And we have a press release on that upstairs.
Meanwhile, in nearby Chad, the World Food Programme (WFP) is warning that thousands of displaced Chadians in the eastern border region with Sudan are running out of food. WFP had planned to feed some 50,000 displaced persons but, because of continuing conflict and instability in the region, that number has almost tripled. WFP says it needs more than $7 million to provide additional food for the next six months.
And we have more in a press release upstairs.
The UN Stabilization Mission in Haiti (MINUSTAH) says that its Justice Section has so far helped to train a total of 334 judges and registrars working in 16 districts as part of an effort to strengthen the rule of law and the Haitian judiciary.
The programme, which was begun in August 2006, aims to deepen local judges’ and registrars’ understanding of the rules and regulations of the Peace Tribunals, with a view to improving and streamlining the administration of the tribunals and reducing the backlog in pending cases, among other goals. And that programme is run jointly with the International Organization of la Francophonie and the US National Center of States Court.
**Human Rights Council
From Geneva, the Human Rights Council today concluded its fourth session, adopting nine resolutions and decisions including, by consensus, one on Darfur, in which it expressed deep concern about the seriousness of the ongoing violations of human rights and international humanitarian law there.
In addition, the Council decided to convene a group, to be presided over by the Special Rapporteur on the human rights situation in Sudan, to work with the Sudanese Government and African Union mechanisms to monitor the situation on the ground and follow up existing resolutions and recommendations.
Other human rights resolutions and decisions adopted today addressed unilateral coercive measures, international cooperation, globalization, intolerance and discrimination based on religion or belief, and the right to development.
**United Nations Population Fund
From the UN Population Fund, we have information that the Malawi Government today launched the first African Road Map to combat maternal and infant death. Every day, 16 Malawian women die due to complications during pregnancy or childbirth. The new Road Map provides strategies that will reduce these numbers and ensure that women go through pregnancy, childbirth and post-delivery safely, while also ensuring that their babies are alive and healthy.
And we have a press release from UNFPA upstairs with more details.
**UNESCO/Press Freedom Prize
For the first time, the United Nations Educational, Scientific and Cultural Organization (UNESCO) is giving its annual press freedom award posthumously, to Russian journalist Anna Politkovskaya. She was killed in front of her Moscow home last October.
The award jury for the UNESCO/Guillermo Cano World Press Freedom Prize cited Ms. Politkovskaya’s “incredible courage and stubbornness in chronicling events in Chechnya after the whole world had given up on that conflict”.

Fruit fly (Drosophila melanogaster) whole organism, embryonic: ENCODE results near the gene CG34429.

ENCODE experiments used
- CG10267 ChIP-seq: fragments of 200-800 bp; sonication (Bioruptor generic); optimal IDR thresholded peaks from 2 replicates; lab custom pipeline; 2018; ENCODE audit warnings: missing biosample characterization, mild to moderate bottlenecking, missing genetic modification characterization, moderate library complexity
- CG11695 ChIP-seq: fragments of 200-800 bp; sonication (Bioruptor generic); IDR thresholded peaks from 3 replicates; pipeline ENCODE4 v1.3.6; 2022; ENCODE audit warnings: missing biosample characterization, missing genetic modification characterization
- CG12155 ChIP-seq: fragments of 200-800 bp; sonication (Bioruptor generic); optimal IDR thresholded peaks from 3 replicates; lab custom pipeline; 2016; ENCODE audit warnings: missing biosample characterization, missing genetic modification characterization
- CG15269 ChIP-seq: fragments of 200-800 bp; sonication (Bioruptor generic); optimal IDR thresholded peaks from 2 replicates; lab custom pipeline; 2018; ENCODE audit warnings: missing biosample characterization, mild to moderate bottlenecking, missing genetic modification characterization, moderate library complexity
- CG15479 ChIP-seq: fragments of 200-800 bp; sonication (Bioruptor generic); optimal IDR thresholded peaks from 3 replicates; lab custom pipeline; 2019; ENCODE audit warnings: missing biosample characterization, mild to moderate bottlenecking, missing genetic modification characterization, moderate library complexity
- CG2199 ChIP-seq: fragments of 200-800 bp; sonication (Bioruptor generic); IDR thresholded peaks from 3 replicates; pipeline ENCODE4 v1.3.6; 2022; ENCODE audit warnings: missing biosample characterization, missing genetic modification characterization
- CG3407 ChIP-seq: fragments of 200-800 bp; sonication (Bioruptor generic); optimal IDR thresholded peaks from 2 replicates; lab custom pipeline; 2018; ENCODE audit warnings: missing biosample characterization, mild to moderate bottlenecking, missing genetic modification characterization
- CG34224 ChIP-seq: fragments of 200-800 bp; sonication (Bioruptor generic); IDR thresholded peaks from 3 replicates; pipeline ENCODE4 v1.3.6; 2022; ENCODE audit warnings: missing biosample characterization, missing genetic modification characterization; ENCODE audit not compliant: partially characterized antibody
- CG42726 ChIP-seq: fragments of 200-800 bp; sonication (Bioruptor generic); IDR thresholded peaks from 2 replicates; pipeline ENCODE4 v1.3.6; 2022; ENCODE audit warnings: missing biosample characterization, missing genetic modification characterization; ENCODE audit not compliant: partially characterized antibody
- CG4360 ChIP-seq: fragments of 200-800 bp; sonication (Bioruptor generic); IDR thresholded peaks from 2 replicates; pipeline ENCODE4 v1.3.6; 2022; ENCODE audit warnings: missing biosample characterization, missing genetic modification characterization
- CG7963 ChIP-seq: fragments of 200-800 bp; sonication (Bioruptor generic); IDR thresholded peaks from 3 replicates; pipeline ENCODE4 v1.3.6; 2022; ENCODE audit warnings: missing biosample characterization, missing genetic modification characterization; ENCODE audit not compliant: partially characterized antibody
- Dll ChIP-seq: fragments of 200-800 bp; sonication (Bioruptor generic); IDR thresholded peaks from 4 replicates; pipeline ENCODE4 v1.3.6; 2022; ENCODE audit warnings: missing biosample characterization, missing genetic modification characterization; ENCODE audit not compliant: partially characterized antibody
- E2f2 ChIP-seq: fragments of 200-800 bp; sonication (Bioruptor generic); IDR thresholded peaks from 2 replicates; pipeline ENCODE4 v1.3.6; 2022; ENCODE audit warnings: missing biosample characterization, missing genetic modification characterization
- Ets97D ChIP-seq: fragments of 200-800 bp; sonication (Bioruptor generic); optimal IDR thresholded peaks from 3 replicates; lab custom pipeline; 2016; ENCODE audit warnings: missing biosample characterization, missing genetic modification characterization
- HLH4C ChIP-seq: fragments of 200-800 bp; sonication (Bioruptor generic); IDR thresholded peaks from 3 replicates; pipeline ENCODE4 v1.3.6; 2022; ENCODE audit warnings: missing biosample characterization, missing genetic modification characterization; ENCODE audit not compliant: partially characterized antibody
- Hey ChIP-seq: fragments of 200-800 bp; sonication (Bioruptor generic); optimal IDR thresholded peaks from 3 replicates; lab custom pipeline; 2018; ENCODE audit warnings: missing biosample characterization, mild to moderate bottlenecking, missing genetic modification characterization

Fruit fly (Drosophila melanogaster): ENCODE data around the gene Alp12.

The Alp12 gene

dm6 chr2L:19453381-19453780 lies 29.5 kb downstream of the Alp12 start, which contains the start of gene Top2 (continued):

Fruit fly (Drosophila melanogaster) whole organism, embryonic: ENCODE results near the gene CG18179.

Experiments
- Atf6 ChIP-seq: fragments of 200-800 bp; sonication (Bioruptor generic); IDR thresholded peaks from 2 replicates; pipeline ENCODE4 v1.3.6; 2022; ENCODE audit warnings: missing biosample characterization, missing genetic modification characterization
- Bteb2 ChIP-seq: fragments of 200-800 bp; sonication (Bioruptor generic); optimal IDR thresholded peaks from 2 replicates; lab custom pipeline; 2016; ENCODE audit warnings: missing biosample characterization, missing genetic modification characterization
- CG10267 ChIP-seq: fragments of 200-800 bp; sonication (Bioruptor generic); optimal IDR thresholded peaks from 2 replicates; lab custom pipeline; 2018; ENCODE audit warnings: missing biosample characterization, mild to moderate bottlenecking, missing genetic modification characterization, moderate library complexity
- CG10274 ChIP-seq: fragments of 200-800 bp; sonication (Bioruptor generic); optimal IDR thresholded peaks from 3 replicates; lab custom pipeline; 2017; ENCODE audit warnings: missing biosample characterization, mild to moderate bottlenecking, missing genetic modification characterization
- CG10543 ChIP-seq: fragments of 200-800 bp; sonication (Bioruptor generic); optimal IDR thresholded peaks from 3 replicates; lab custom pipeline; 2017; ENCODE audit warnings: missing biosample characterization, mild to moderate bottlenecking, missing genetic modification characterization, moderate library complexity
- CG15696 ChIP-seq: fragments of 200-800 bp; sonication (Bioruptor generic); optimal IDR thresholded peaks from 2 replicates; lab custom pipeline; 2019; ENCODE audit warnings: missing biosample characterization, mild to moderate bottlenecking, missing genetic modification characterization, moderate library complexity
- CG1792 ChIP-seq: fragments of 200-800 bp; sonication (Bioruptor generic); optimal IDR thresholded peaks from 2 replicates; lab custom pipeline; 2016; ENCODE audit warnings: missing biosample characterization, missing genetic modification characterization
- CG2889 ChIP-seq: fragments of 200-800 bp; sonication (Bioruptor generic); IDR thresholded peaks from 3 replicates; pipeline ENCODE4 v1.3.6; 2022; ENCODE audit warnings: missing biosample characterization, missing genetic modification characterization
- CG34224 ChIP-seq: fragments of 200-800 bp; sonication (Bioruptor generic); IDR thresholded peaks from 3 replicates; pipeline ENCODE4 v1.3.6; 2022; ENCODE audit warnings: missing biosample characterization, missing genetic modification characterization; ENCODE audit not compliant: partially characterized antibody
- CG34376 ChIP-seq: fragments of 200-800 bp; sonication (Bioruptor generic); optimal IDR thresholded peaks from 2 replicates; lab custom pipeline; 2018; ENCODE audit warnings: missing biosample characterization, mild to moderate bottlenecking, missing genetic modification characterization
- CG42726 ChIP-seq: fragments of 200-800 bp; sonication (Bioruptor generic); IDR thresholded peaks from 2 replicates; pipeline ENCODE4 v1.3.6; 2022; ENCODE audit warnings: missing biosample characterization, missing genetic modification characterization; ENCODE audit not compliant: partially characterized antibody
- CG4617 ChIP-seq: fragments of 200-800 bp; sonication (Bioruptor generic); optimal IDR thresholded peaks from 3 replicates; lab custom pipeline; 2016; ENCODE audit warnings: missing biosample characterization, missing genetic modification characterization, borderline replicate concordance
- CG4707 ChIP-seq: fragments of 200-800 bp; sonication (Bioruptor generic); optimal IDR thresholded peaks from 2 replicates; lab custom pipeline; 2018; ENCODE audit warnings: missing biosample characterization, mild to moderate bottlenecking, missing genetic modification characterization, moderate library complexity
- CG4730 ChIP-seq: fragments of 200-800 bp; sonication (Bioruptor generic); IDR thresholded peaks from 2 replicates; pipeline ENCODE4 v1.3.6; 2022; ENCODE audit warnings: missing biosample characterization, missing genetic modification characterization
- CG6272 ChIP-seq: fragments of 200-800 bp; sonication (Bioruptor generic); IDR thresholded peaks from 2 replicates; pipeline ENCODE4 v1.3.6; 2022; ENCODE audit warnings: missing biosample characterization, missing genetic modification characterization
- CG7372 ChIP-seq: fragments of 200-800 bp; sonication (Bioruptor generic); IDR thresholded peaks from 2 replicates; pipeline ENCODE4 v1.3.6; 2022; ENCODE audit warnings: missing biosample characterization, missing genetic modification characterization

And we have more in a press release upstairs.
**The Week Ahead
We will have upstairs for you The Week Ahead. Among the events taking place next week: our guest at the noon on Monday will be Mr. Eloho Otobo from the UN Economic Commission for Africa, who will brief you on their “Economic Report on Africa 2007”, which is to be launched in Addis Ababa the following day .
We will also have a press conference on Monday at 11:00 am, sponsored by the Ugandan Mission to the United Nations on the International Summit of Grandparents and Kinship Caregivers. The guest speaker will be the recording artist Patti Page. The following NGOs will also participate: the National Committee of Grandparents for Children’s Rights, the AARP, the Child Welfare League of America, the Grand Magazine, and the Florida Kinship Center-University of South Florida.
That is it for me, are there any questions?
**Questions and Answers
Question: Does the Secretary-General have any updated statement on the unrest in Somalia, in Mogadishu, right now?
Associate Spokesperson: No. The statement that we put out yesterday is what stands. Obviously, in that statement, he had expressed his concern at what was a significant escalation of the fighting on the ground in Mogadishu. And his Special Representative, François Lonseny Fall, also expressed his concerns, as we noted yesterday. Mr. Fall is continuing to follow-up. But today, as yesterday, the fighting is a cause for concern by us.
Question: Just a follow-up. Is the Secretary-General making any phone calls with reference to this? Is he speaking to the Organization of the Islamic Conference or...?
Associate Spokesperson: I don’t want to get too ahead of ourselves, but I do expect that in the coming few days he will in fact be making phone calls on this. But I’ll be able to give you the details once those have actually happened. But yes, he does intend to take this matter up with a number of leaders.
Question: Regarding the implementation of [resolution] 1701, is Mr. Ban Ki-moon going to visit the border areas with Syria or with Israel in the south?
Associate Spokesperson: He will in fact be visiting southern Lebanon tomorrow. He’ll make a tour of the area and we’ll have some information about that at the time. But yes, he will also be visiting the UNIFIL zone and will tour certain areas by helicopter.
Question: Will he meet anyone from Hezbollah in Lebanon?